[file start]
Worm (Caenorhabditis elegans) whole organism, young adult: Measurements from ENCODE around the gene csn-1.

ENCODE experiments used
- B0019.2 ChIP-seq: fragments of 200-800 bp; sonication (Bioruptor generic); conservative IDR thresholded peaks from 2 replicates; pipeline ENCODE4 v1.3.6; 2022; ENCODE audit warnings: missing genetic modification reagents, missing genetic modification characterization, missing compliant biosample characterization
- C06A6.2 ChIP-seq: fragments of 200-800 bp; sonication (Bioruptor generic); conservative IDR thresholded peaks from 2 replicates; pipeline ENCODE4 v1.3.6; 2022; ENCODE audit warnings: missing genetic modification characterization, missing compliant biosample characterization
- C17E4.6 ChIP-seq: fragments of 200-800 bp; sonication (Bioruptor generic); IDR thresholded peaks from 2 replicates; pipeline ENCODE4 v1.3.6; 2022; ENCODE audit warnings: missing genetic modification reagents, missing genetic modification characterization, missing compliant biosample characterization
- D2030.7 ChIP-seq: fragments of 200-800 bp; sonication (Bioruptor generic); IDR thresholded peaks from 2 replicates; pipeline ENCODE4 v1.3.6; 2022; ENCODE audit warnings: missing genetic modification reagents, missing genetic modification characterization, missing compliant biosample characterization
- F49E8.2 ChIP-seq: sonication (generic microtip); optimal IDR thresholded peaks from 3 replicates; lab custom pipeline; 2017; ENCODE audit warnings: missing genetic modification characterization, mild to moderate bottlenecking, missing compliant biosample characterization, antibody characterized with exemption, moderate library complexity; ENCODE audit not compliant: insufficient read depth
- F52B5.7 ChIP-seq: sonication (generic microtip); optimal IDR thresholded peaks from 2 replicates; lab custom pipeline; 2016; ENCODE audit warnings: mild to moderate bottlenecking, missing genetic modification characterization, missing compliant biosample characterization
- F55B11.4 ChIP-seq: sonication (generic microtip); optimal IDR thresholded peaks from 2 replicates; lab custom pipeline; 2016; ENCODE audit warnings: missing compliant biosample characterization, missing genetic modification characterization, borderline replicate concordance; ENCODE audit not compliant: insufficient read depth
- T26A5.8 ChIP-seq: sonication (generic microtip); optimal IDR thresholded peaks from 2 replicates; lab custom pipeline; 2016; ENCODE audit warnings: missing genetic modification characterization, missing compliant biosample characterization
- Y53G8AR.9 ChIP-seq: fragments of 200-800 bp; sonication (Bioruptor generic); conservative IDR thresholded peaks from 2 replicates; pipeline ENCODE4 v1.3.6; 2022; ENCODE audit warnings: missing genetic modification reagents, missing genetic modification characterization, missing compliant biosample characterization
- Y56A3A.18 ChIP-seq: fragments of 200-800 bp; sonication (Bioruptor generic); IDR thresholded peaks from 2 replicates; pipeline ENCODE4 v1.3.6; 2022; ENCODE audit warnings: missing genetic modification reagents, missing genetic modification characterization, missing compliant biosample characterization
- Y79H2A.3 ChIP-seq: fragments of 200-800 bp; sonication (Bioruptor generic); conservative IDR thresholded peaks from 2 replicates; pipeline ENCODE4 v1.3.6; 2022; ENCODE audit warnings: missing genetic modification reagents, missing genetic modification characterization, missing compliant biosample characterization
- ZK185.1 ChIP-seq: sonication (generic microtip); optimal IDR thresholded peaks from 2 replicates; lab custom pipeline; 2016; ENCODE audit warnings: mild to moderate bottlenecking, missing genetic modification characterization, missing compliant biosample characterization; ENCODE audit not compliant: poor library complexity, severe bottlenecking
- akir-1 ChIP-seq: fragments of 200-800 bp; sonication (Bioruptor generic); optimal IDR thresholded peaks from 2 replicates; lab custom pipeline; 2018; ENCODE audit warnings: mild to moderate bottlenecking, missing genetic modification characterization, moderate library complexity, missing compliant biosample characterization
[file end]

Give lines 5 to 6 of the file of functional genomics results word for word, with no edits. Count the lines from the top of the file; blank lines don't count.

- C17E4.6 ChIP-seq: fragments of 200-800 bp; sonication (Bioruptor generic); IDR thresholded peaks from 2 replicates; pipeline ENCODE4 v1.3.6; 2022; ENCODE audit warnings: missing genetic modification reagents, missing genetic modification characterization, missing compliant biosample characterization
- D2030.7 ChIP-seq: fragments of 200-800 bp; sonication (Bioruptor generic); IDR thresholded peaks from 2 replicates; pipeline ENCODE4 v1.3.6; 2022; ENCODE audit warnings: missing genetic modification reagents, missing genetic modification characterization, missing compliant biosample characterization